The CFPB today announced a $37.5 million enforcement action against Flagstar Bank, which the agency claims has violated federal servicing rules.
“Flagstar took excessive time to process borrowers’ applications, did not tell them when their applications were incomplete, denied loan modifications to qualified borrowers, and illegally delayed finalizing permanent loan modifications,” CFPB Director Richard Cordray said. “These unlawful practices caused many consumers to lose the homes they had been trying to save. That is wrong and it is unacceptable.”
Cordray accused Flagstar of “failing borrowers and illegally blocking them from trying to save their homes.”
According to Cordray, Flagstar saw applications for loss mitigation spike as a result of the foreclosure crisis. The bank, he said, failed to adequately handle the influx.
“For a time, it took the staff up to nine months to review a single application,” Cordray said. “In 2011, Flagstar had 13,000 active loss mitigation applications but had only 25 full-time employees and a third-party vendor in India reviewing them. The Bureau found that in Flagstar’s loss mitigation call center, the average wait time was 25 minutes and the average call abandonment rate was almost 50 percent. … To make things worse, we found that Flagstar would clear its backlog of applications by closing those with expired documents – even though the documents had expired because Flagstar sat on them for so long.”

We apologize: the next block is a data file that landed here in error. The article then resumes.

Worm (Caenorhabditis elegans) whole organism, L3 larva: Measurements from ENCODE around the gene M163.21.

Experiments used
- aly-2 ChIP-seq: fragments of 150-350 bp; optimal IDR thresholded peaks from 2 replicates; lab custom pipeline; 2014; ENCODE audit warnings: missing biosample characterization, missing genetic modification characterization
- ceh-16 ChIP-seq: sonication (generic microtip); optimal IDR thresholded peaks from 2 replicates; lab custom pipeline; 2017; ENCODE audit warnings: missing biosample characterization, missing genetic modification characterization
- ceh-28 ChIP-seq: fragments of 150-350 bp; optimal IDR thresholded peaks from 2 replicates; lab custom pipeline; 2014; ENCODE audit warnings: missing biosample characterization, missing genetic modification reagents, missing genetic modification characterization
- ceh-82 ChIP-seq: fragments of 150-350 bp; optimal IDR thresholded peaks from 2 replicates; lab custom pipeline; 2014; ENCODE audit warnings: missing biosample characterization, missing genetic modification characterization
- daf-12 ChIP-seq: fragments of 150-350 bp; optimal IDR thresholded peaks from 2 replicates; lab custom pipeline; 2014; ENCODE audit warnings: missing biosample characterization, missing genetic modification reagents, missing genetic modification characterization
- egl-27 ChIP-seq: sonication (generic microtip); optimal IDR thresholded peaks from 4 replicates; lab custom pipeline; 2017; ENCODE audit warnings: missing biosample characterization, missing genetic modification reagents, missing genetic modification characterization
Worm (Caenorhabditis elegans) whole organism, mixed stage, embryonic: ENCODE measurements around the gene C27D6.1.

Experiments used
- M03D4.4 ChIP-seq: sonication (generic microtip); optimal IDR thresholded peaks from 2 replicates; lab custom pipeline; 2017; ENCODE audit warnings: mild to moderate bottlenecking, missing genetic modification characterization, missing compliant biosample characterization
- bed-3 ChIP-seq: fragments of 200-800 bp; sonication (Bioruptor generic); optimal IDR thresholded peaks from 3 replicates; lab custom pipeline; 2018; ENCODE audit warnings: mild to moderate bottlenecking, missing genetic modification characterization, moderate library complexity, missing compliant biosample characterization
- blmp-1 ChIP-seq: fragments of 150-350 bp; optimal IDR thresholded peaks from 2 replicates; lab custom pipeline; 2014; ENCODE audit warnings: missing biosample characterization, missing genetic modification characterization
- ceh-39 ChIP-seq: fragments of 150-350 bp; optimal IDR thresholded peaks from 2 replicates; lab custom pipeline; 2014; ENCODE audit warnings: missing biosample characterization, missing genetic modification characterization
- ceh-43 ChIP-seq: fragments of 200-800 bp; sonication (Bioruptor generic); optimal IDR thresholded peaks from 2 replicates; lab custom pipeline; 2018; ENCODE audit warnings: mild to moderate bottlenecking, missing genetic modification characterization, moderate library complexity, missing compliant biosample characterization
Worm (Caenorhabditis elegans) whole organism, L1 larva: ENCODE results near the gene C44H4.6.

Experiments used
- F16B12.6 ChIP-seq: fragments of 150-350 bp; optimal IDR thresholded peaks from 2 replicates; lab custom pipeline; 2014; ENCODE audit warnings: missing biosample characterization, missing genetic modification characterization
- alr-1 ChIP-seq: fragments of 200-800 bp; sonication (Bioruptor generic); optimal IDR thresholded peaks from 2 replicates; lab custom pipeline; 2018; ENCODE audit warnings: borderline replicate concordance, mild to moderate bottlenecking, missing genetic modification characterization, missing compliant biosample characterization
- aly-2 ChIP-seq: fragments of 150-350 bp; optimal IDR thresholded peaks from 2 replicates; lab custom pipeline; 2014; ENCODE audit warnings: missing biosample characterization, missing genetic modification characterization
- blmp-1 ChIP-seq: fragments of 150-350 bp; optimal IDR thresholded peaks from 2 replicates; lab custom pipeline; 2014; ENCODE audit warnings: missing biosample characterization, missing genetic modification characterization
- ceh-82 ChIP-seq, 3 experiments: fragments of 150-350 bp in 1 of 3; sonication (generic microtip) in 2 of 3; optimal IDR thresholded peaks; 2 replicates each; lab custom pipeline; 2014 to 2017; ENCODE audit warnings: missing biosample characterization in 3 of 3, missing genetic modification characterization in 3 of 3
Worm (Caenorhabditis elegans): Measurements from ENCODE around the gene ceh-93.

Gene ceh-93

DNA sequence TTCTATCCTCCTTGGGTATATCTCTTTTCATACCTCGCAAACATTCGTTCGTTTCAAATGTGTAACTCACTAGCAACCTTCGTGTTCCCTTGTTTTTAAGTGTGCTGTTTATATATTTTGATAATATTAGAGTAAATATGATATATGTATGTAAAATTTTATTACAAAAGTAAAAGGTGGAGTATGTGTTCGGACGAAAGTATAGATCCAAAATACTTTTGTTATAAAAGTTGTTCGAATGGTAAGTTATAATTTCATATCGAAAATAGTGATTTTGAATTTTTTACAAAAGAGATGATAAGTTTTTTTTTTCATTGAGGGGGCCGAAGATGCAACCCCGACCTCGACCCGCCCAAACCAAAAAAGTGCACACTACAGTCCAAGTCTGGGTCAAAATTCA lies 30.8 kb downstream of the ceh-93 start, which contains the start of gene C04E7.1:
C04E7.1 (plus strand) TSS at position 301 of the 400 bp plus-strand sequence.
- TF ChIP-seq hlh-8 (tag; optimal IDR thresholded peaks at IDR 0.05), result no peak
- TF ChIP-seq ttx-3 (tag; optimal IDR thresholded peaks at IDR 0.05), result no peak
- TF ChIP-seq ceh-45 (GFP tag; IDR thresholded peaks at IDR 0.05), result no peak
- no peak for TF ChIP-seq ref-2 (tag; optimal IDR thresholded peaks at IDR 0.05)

The CFPB also alleged that even when Flagstar evaluated completed applications, “it did a poor job,” routinely miscalculating borrowers’ incomes.
“We determined that Flagstar’s failures led to wrongful denials of loan modifications,” Cordray said.
The CFPB has ordered Flagstar to pay $27.5 million to consumers whose loans were serviced by the bank, at least $20 million of which must go to victims of foreclosure. The bank was also ordered to pay $10 million to the CFPB’s Civil Penalty Fund.
One of the nation’s biggest lenders drove more than 2,000 borrowers into foreclosure by sitting on important documents, according to the Consumer Financial Protection Bureau.